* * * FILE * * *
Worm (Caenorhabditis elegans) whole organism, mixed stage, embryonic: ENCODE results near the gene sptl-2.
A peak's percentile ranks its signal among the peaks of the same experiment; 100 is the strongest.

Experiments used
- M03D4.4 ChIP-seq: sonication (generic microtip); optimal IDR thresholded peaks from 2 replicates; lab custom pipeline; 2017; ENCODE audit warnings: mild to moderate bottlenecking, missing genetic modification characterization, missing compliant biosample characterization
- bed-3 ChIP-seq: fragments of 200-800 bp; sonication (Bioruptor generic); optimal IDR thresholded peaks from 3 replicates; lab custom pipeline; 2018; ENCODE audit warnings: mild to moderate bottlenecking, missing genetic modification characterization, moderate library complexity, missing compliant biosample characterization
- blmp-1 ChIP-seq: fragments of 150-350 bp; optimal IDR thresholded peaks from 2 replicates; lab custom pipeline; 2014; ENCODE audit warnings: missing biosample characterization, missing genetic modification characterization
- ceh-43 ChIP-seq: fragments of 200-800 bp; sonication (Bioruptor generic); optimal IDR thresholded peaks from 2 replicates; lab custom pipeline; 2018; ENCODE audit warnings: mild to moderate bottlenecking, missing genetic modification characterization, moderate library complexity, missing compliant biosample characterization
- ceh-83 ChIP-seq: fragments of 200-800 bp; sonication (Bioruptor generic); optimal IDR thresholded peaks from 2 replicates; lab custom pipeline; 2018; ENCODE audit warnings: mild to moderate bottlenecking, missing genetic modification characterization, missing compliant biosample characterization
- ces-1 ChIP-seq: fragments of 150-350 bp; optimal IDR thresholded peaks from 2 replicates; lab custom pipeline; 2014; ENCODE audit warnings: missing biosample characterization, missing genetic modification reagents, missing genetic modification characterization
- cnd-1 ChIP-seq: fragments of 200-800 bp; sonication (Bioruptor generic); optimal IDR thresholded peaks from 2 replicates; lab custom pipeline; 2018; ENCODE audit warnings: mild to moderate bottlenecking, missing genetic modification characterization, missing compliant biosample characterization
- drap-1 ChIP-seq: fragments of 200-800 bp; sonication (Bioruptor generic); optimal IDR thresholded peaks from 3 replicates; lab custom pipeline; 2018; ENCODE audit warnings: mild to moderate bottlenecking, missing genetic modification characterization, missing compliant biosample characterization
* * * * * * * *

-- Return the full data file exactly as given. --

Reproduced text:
Worm (Caenorhabditis elegans) whole organism, mixed stage, embryonic: ENCODE results near the gene sptl-2.
A peak's percentile ranks its signal among the peaks of the same experiment; 100 is the strongest.

Experiments used
- M03D4.4 ChIP-seq: sonication (generic microtip); optimal IDR thresholded peaks from 2 replicates; lab custom pipeline; 2017; ENCODE audit warnings: mild to moderate bottlenecking, missing genetic modification characterization, missing compliant biosample characterization
- bed-3 ChIP-seq: fragments of 200-800 bp; sonication (Bioruptor generic); optimal IDR thresholded peaks from 3 replicates; lab custom pipeline; 2018; ENCODE audit warnings: mild to moderate bottlenecking, missing genetic modification characterization, moderate library complexity, missing compliant biosample characterization
- blmp-1 ChIP-seq: fragments of 150-350 bp; optimal IDR thresholded peaks from 2 replicates; lab custom pipeline; 2014; ENCODE audit warnings: missing biosample characterization, missing genetic modification characterization
- ceh-43 ChIP-seq: fragments of 200-800 bp; sonication (Bioruptor generic); optimal IDR thresholded peaks from 2 replicates; lab custom pipeline; 2018; ENCODE audit warnings: mild to moderate bottlenecking, missing genetic modification characterization, moderate library complexity, missing compliant biosample characterization
- ceh-83 ChIP-seq: fragments of 200-800 bp; sonication (Bioruptor generic); optimal IDR thresholded peaks from 2 replicates; lab custom pipeline; 2018; ENCODE audit warnings: mild to moderate bottlenecking, missing genetic modification characterization, missing compliant biosample characterization
- ces-1 ChIP-seq: fragments of 150-350 bp; optimal IDR thresholded peaks from 2 replicates; lab custom pipeline; 2014; ENCODE audit warnings: missing biosample characterization, missing genetic modification reagents, missing genetic modification characterization
- cnd-1 ChIP-seq: fragments of 200-800 bp; sonication (Bioruptor generic); optimal IDR thresholded peaks from 2 replicates; lab custom pipeline; 2018; ENCODE audit warnings: mild to moderate bottlenecking, missing genetic modification characterization, missing compliant biosample characterization
- drap-1 ChIP-seq: fragments of 200-800 bp; sonication (Bioruptor generic); optimal IDR thresholded peaks from 3 replicates; lab custom pipeline; 2018; ENCODE audit warnings: mild to moderate bottlenecking, missing genetic modification characterization, missing compliant biosample characterization